Some people stop working before age 62. But if they do, the years with no earnings will probably mean a lower Social Security benefit when they retire.
Sometimes health problems force people to retire early. If you cannot work because of health problems, you should consider applying for Social Security disability benefits. The amount of the disability benefit is the same as a full, unreduced retirement benefit. If you are receiving Social Security disability benefits when you reach full retirement age, those benefits will be converted to retirement benefits. For more information, ask for Disability Benefits.
You may choose to keep working even beyond your full retirement age. If you do, you can increase your future Social Security benefits in two ways.
Each additional year you work adds another year of earnings to your Social Security record. Higher lifetime earnings may mean higher benefits when you retire.
Also, your benefit will increase automatically by a certain percentage from the time you reach your full retirement age until you start receiving your benefits or until you reach age 70. The percentage varies depending on your year of birth. For example, if you were born in 1943 or later, we will add 8 percent per year to your benefit for each year that you delay signing up for Social Security beyond your full retirement age.
If you decide to delay your retirement, be sure to sign up for Medicare at age 65. In some circumstances, medical insurance costs more if you delay applying for it. Other information about Medicare is in “A word about Medicare.”
Deciding When To Retire
Choosing when to retire is an important but personal decision. Regardless of the age you choose to retire, it is a good idea to contact Social Security in advance to learn the available options and make an informed decision. In some cases, your choice of a retirement month could mean higher benefit payments for you and your family.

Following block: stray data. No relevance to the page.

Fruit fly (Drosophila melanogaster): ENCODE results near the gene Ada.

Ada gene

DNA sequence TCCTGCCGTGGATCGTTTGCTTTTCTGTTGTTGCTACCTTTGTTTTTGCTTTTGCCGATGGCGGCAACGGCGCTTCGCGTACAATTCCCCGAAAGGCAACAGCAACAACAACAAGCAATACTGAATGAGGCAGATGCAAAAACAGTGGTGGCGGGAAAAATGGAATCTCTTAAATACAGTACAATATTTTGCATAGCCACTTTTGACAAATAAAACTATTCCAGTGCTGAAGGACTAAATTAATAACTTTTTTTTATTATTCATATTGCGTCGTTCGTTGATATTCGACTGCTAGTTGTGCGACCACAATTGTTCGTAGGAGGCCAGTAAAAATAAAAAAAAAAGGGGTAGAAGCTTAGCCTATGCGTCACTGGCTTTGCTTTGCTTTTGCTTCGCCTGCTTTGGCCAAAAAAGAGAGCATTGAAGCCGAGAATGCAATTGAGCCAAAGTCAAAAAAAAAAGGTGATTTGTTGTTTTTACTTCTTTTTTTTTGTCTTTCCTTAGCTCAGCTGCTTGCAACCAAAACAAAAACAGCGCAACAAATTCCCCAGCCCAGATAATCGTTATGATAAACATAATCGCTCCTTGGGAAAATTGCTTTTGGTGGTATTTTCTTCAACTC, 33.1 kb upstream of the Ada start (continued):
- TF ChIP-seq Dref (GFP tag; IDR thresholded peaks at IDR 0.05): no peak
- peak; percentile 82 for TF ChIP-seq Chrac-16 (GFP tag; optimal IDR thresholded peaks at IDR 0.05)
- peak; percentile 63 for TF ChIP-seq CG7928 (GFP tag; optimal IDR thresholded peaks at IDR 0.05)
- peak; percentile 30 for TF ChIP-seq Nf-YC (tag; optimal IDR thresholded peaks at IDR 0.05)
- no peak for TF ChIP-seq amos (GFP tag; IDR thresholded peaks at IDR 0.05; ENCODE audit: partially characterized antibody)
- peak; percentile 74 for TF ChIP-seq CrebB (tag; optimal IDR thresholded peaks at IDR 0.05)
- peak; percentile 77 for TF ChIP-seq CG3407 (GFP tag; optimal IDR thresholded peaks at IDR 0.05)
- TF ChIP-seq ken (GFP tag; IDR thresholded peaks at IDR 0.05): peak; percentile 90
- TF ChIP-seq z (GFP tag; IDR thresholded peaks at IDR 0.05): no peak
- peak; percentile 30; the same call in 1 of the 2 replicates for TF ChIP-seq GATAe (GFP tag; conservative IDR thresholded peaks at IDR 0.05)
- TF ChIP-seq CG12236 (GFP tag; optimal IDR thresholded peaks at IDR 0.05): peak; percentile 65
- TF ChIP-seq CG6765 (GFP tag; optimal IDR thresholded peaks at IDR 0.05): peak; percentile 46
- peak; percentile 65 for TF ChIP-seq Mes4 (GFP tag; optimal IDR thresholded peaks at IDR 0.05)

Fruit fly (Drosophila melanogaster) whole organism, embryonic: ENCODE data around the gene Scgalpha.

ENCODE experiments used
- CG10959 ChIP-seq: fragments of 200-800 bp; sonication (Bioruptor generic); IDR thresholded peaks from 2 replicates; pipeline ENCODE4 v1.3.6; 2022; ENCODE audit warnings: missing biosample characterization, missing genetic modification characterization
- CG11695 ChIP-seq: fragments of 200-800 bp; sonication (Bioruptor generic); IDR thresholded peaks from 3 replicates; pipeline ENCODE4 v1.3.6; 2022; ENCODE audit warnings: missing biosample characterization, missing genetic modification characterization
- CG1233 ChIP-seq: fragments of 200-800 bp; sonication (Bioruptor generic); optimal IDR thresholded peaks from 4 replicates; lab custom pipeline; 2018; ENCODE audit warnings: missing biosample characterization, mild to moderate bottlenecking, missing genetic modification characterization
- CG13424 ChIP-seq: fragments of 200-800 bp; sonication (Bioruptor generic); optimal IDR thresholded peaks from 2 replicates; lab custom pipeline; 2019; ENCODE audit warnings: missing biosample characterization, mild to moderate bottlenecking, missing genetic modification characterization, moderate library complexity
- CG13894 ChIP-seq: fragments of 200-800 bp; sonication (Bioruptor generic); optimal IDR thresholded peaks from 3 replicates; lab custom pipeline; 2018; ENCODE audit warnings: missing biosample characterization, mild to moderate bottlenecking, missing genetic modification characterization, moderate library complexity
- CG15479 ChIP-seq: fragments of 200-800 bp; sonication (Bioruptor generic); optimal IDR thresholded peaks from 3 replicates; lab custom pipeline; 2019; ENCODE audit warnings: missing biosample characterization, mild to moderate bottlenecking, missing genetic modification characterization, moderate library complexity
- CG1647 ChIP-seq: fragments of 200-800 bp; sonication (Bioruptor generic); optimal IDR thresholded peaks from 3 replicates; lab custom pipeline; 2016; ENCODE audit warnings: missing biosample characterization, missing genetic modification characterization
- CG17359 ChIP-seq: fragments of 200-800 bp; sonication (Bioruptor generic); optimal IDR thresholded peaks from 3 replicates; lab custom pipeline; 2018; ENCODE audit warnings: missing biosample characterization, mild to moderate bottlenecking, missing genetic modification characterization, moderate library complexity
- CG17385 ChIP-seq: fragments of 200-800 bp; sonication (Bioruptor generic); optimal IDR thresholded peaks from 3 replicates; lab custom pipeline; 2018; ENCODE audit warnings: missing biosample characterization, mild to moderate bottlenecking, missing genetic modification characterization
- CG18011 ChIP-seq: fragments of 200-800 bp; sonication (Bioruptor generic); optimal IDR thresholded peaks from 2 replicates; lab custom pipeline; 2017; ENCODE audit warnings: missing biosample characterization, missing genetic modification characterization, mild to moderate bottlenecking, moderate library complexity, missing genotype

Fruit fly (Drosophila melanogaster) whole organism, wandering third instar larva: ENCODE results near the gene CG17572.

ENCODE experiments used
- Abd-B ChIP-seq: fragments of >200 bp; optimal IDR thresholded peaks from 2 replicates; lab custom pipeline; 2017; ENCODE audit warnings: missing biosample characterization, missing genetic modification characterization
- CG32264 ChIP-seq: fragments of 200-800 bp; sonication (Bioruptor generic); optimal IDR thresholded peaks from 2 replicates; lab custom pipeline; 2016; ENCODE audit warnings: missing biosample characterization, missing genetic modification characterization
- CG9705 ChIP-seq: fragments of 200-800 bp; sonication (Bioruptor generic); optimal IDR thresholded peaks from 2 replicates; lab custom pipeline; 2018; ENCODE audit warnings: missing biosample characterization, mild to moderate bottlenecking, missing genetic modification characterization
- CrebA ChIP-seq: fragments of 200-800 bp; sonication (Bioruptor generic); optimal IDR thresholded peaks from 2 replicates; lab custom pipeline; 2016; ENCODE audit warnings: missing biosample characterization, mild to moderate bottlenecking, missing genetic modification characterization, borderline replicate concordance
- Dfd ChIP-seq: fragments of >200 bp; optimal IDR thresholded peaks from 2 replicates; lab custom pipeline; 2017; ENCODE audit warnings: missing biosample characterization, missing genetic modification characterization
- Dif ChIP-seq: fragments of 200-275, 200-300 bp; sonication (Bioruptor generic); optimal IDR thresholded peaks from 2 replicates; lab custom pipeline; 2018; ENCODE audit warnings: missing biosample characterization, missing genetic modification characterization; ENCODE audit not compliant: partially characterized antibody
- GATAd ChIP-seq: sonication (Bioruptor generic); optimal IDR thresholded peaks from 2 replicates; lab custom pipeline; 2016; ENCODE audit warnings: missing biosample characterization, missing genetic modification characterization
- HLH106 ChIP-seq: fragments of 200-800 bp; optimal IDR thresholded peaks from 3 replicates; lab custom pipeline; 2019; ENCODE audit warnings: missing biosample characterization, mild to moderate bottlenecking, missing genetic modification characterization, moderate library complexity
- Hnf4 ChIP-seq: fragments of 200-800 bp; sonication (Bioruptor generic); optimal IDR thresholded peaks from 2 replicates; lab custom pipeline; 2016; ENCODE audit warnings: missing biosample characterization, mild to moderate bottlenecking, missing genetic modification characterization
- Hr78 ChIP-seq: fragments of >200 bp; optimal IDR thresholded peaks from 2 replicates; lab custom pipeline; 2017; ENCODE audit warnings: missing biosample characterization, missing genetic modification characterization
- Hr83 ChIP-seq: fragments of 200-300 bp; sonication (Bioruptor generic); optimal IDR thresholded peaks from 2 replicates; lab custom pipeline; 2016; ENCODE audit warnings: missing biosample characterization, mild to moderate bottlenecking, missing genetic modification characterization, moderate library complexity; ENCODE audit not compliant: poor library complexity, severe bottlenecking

In deciding when to retire, it is important to remember that financial experts say you will need 70-80 percent of your preretirement income to have a comfortable retirement. Since Social Security replaces only about 40 percent of preretirement income for the average worker, it is important to have pensions, savings and investments.
You should apply for benefits about three months before the date you want your benefits to start. If you are not quite ready to retire, but are thinking about doing so in the near future, you may want to use our convenient and informative Retirement Planner
Retirement Benefits For Widows And Widowers
Widows and widowers can begin receiving Social Security benefits at age 60, or at age 50 if they are disabled. And they can take a reduced benefit on one record and later switch to a full benefit on the other record. For example, a woman could take a reduced widow’s benefit at 60 or 62 and then switch to her full (100 percent) retirement benefit when she reaches full retirement age. The rules vary depending on the situation, so you should talk to a Social Security representative about the options available to you.
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Complete Social Security information can be found at the official U.S. government Social Security site